For retired Canadians (and almost certainly for those who are no longer paying a mortgage) the annual income tax bill can represent the single largest expenditure in their budgets. The Canadian tax system provides a number of tax deductions and credits available only to those over the age of 65 (like the age credit) or only to those receiving the kinds of income usually received by retirees (like the pension income credit) to help minimize that tax burden. One of the most valuable of those strategies — pension income splitting — isn’t particularly familiar to many taxpayers who could benefit from it, especially those who do not receive professional tax planning or tax return preparation advice.
That’s a particularly unfortunate reality because pension income splitting has the potential to generate more tax savings among taxpayers over the age of 65 (and certainly those over the age of 71, for whom RRSP contributions are no longer possible) than just about any other tax planning strategy available to retirees. In addition, it’s one of the very few tax planning strategies which require no expenditure of funds on the part of the taxpayer and which can be implemented after the end of the tax year, at the time the return for that tax year is filed.
Those attributes can make pension income splitting sound like a “too good to be true” tax scam, but that’s not the case. Essentially, what pension income splitting offers is a government-sanctioned opportunity for married taxpayers over the age of 65 to make a notional reallocation of private pension income between them on their annual tax returns, and to benefit from a lower overall family tax bill as a result.
Pension income splitting, like all forms of income splitting, works because Canada has what is called a “progressive” tax system, in which the applicable tax rate goes up as income rises. For 2016, the federal tax rate applied to about the first $45,000 of taxable income is 15%, while the federal rate applied to the next $45,000 of such income is 20.5%. So, an individual who has $90,000 in taxable income will pay federal tax of about $16,000; if that $90,000 was divided equally between said individual and his or her spouse, the total federal family tax bill would be $13,500.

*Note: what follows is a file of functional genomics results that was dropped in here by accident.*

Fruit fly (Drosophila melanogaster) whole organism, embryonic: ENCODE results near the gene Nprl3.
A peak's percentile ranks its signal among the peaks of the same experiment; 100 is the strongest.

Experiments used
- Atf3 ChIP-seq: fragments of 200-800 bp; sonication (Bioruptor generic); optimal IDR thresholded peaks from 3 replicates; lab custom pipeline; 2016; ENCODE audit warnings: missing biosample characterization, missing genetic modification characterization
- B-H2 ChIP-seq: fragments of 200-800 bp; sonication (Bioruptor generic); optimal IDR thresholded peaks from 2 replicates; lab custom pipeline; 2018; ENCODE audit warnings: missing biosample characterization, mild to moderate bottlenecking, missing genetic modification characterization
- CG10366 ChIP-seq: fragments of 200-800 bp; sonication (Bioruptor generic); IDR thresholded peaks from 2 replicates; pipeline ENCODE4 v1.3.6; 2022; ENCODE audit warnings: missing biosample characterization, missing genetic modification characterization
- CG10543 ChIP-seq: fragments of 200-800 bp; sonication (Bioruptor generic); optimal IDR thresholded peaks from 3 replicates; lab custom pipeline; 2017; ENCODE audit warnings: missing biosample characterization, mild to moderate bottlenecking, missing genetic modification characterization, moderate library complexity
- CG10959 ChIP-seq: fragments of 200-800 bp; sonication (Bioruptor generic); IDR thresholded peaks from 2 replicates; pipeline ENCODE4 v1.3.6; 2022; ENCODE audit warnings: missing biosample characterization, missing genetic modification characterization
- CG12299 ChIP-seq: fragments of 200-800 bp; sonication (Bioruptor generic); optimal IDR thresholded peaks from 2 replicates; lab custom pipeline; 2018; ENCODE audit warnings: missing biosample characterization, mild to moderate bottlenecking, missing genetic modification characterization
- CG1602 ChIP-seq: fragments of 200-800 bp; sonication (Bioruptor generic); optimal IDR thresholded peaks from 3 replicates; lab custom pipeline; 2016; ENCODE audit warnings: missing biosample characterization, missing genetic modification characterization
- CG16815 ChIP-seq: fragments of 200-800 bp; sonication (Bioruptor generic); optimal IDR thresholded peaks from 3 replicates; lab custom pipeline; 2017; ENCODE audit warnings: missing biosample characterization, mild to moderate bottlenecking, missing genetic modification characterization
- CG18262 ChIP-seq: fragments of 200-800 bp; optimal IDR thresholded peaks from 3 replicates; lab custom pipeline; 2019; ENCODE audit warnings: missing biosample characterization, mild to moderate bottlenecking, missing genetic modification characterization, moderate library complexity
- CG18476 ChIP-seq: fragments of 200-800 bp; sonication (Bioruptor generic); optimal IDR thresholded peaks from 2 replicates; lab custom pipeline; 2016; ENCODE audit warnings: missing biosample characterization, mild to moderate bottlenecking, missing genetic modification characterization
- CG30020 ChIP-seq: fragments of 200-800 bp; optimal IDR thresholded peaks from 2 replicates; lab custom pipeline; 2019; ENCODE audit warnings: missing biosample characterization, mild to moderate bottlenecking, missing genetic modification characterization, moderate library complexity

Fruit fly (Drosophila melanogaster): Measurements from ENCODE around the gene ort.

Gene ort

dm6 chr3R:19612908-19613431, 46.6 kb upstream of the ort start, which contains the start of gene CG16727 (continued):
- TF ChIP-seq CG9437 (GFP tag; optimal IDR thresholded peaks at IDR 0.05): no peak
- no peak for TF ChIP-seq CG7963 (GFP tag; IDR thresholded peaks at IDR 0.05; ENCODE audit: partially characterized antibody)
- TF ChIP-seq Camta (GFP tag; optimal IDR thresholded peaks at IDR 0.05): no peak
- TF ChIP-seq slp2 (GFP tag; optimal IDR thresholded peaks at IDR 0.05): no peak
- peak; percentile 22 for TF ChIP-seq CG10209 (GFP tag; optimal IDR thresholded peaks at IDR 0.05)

The general rule with respect to pension income splitting is that taxpayers who receive private pension income during the year are entitled to allocate up to half that income (without limit) with a spouse for tax purposes. In this context, private pension income means a pension received from a former employer and, where the income recipient is over the age of 65, payments from an annuity, a registered retirement savings plan (RRSP), or a registered retirement income fund (RRIF). Government source pensions, like the Canada Pension Plan or Old Age Security payments, do not qualify for pension income splitting, regardless of the age of the recipient.
The mechanics of pension income splitting are relatively simple. There is no need to transfer funds between spouses or to make any change in the actual payment or receipt of qualifying pension amounts, and no need to notify a pension administrator. Taxpayers who wish to split eligible pension income received by either of them must each file Form T1032, Joint Election to Split Pension Income for 2016, with their annual tax return. That form, which is not included in the annual tax return package, can be found on the Canada Revenue Agency (CRA) website at www.cra-arc.gc.ca/E/pbg/tf/t1032/README.html, or can be ordered by calling 1-800-959 8281.
On the T1032, the taxpayer receiving the private pension income and the spouse with whom that income is to be split must make a joint election to be filed with their respective tax returns for 2016. Since the splitting of pension income affects the income and therefore the tax liability of both spouses, the election must be made and the form filed by both spouses – an election filed by only one spouse or the other won’t suffice. In addition to filing the T1032, the spouse who is the actual recipient of the pension income to be split must deduct from income the pension income amount allocated to his or her spouse. That deduction is taken on Line 210 of his or her 2016 return. And, conversely, the spouse to whom the pension income amount is being allocated is required to add that amount to his or her income on the return, this time on Line 116. Essentially, to benefit from pension income splitting, all that’s needed is for each spouse to file a single form with the CRA and to make a single entry on his her 2016 tax return.
By the end of February or early March, taxpayers will have received (or downloaded) the information slips which summarize the income received from various sources during 2016. At that time, couples who might benefit from this strategy can review those information slips and calculate the extent to which they can make a dent in their overall tax bill for the year through a little judicious income splitting.
Those wishing to obtain more information on pension income splitting than is available in the 2016 General Income Tax and Benefit Guide should refer to the CRA website at www.cra-arc.gc.ca/pensionsplitting/, where more detailed information is available.
The information presented is only of a general nature, may omit many details and special rules, is current only as of its published date, and accordingly cannot be regarded as legal or tax advice. Please contact our office for more information on this subject and how it pertains to your specific tax or financial situation.